- Class 2: Light Canyoneering: This canyon requires some scrambling. A handline may be necessary to assist down- or up-climbing.
- Class 3: Intermediate Canyoneering: Class 3 canyons require ropes and rappelling to successfully navigate the canyon. Once the rope for the first rappel is pulled, the only exit is down the canyon and turning back would require fixing rope.
- Class 4: Expert Canyoneering: These canyons contain obstacles which require advanced anchor-building techniques, pothole escapes, and extensive, advanced climbing skills.
2. Water Rating
This rating will specify the amount or type of water you can expect to encounter in a canyon during normal conditions. Ratings are graded from Class A-C. A canyon’s water rating will be linked to its technical rating, and water or flow in non-technical portions of the canyon are not considered. The water rating is considered when the presence of water complicates the technical descent of a canyon in terms of ropework or downclimbing.
- Class A: The canyon is entirely or mostly dry. There may be standing water for wading or swimming up to waist-deep.
- Class B: There is a moderate amount of water in the canyon. The water is still or barely has a moving current, falls are trickling or dry and swimming should be expected.
- Class C: Water is flowing through this canyon and rappelling down waterfalls is very common. You may encounter water with a strong current and you must have experience with wet canyon rope technique.
3. Grade: Time Required & Ability Level
This rating system evaluates the length of time required to complete the canyon for a small group of experienced, fit adults composed of 4-6 individuals. Actual completion times will vary but plan to multiply your time by 50-100% if there are individuals in your group who are not particularly fit or are inexperienced.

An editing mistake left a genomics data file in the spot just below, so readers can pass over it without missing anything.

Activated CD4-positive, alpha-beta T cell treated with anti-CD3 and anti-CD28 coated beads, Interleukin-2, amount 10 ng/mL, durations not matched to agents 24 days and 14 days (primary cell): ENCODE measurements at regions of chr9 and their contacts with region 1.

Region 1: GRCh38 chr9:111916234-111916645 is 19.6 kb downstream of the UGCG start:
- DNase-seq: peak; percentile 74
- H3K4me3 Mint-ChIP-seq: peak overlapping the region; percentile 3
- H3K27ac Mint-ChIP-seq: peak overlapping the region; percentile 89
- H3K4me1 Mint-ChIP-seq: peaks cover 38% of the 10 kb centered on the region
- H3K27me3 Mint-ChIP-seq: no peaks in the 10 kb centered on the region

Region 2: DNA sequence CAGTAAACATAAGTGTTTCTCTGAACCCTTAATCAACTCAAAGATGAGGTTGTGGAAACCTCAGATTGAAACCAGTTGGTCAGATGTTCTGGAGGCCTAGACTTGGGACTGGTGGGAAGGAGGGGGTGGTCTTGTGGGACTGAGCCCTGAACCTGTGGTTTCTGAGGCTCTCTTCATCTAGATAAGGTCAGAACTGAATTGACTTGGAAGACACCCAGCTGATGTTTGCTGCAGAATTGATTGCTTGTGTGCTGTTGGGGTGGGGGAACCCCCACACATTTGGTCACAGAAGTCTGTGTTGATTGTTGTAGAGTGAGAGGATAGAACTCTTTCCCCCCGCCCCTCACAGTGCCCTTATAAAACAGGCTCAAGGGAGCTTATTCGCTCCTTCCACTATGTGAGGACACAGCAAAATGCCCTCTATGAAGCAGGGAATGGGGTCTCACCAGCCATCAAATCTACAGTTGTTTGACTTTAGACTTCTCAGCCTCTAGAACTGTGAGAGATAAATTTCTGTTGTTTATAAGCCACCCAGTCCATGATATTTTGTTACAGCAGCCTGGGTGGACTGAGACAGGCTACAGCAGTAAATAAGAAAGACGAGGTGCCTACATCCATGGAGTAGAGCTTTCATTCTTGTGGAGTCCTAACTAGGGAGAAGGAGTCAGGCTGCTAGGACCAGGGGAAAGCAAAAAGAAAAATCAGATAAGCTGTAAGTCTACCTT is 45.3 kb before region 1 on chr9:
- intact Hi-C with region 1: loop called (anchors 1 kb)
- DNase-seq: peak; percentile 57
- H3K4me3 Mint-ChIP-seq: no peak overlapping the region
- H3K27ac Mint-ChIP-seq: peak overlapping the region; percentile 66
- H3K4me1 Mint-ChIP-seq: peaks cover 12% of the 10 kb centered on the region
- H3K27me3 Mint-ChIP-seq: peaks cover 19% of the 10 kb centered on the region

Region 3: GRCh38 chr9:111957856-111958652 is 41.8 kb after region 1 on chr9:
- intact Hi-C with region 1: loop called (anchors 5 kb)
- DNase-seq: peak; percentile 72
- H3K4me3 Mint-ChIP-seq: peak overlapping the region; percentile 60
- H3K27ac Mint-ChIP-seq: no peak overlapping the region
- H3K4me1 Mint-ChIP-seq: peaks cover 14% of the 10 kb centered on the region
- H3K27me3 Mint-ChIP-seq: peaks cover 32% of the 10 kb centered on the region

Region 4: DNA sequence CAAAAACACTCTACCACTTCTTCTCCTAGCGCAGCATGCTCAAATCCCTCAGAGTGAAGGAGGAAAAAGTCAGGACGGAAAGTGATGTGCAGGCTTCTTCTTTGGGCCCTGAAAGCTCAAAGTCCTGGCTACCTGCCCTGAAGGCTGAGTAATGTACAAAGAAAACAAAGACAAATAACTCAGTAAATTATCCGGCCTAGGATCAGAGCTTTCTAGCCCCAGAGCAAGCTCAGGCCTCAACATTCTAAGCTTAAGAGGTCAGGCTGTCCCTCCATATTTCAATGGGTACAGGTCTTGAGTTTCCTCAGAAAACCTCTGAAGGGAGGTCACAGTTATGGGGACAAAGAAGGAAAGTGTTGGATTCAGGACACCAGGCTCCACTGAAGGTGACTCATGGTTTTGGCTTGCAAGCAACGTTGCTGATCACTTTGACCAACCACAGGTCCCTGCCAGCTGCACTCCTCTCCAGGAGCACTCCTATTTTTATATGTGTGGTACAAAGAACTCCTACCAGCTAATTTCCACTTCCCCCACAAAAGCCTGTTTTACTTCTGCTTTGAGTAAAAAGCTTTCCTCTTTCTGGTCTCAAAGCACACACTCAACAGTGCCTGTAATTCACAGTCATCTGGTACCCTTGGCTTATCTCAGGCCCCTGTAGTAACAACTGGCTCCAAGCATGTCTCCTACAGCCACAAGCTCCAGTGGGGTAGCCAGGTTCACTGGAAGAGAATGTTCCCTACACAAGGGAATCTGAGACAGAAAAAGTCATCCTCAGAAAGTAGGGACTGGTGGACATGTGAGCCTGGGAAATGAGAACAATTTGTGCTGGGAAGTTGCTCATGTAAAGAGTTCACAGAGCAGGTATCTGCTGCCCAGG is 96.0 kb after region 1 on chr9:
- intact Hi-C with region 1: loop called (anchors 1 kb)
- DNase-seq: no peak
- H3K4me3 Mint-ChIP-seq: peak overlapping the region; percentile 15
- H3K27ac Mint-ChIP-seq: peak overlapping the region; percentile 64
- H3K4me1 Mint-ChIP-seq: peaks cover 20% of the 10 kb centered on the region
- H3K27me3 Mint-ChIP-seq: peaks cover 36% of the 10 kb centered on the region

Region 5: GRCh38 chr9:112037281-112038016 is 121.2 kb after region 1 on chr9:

Grade I: Short – about 2-4 hours
Grade II Half day – about 6 hours
Grade III Day Trip – 7 or 8 hours
Grade IV Extended Day Trip: arise early, plan on at least 10 hours, bring a headlamp, possible shelter
Grade V Overnighter: normally completed in 2 days
Grade VI Extended Trip: takes two or more days
4. Additional Risk
More advanced canyons have a fourth element to their rating. It’s either an “R” or “X” rating representing risky or extreme obstacles above and beyond what you would normally encounter in most canyons. Risks include route finding, exposed traversing, difficult rappels, difficult anchors, and more. These canyons should be avoided by beginners and intermediates.
Beginners should plan a trip for a 3 A II or 3 A III canyon for their first exposure to canyoneering.
Planning a Trip
Canyoneering spots can be found all over the Colorado Plateau (that’s probably where most of the photos you see of canyoneering are shot). The area has a high density of canyons carved away by millions of years of erosion. Other places that are popular with canyoneers include spots in the Rockies, the Cascades, and the San Gabriel mountains.
To choose your first objective, I’ve found that YouTube is a great resource for visualizing a canyon and the conditions you’ll encounter. You’ll find many videos from popular and enjoyable canyons, making it a great place to begin your research.
These have tons of trip reports, as well as current conditions in canyons. A group I was with was able to avoid a newly formed beehive because of a report from the previous week.
Once you’ve zeroed in a little on your location, find someone to go with. The best resource is an experienced canyoneer. If you’re a first-timer, it is a very good idea to have an experienced canyoneer accompany you, be it a friend or a professional guide.
Going with a professional guide may cost a lot more but believe me, it’s totally worth it for your first canyoneering trips.
As you can imagine, a technical activity like canyoneering requires a fair amount of gear. I’ve broken down the requirements in a separate article, Essential Gear for Canyoneering.